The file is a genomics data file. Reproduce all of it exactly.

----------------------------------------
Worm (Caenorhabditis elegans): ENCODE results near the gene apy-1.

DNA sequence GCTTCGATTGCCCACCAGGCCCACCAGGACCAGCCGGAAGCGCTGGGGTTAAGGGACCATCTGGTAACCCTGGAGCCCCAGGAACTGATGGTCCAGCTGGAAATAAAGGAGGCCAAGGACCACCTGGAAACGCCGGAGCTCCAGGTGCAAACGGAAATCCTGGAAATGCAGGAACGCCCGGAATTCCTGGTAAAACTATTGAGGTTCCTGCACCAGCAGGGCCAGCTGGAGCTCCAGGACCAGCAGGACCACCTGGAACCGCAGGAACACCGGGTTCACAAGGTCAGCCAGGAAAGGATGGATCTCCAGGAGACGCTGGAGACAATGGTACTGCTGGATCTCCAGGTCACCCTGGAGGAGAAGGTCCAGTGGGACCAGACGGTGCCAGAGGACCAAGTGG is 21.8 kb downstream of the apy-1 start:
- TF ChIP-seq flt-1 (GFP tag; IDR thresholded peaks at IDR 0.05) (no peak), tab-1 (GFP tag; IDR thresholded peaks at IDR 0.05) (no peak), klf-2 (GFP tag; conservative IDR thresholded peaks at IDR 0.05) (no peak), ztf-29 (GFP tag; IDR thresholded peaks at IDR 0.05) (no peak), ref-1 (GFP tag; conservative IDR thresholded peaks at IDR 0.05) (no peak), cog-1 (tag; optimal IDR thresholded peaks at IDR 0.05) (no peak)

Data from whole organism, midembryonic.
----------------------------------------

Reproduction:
Worm (Caenorhabditis elegans): ENCODE results near the gene apy-1.

DNA sequence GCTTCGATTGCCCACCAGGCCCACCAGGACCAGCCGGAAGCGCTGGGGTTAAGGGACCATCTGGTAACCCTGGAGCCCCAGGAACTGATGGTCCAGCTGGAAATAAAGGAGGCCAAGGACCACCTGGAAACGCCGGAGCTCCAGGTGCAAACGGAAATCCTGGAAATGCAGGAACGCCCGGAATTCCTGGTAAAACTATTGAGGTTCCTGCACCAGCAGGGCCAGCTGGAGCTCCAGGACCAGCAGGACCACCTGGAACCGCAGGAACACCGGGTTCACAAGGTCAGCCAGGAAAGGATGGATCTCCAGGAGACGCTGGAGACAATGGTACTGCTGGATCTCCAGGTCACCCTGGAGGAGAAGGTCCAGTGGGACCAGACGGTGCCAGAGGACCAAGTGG is 21.8 kb downstream of the apy-1 start:
- TF ChIP-seq flt-1 (GFP tag; IDR thresholded peaks at IDR 0.05) (no peak), tab-1 (GFP tag; IDR thresholded peaks at IDR 0.05) (no peak), klf-2 (GFP tag; conservative IDR thresholded peaks at IDR 0.05) (no peak), ztf-29 (GFP tag; IDR thresholded peaks at IDR 0.05) (no peak), ref-1 (GFP tag; conservative IDR thresholded peaks at IDR 0.05) (no peak), cog-1 (tag; optimal IDR thresholded peaks at IDR 0.05) (no peak)

Data from whole organism, midembryonic.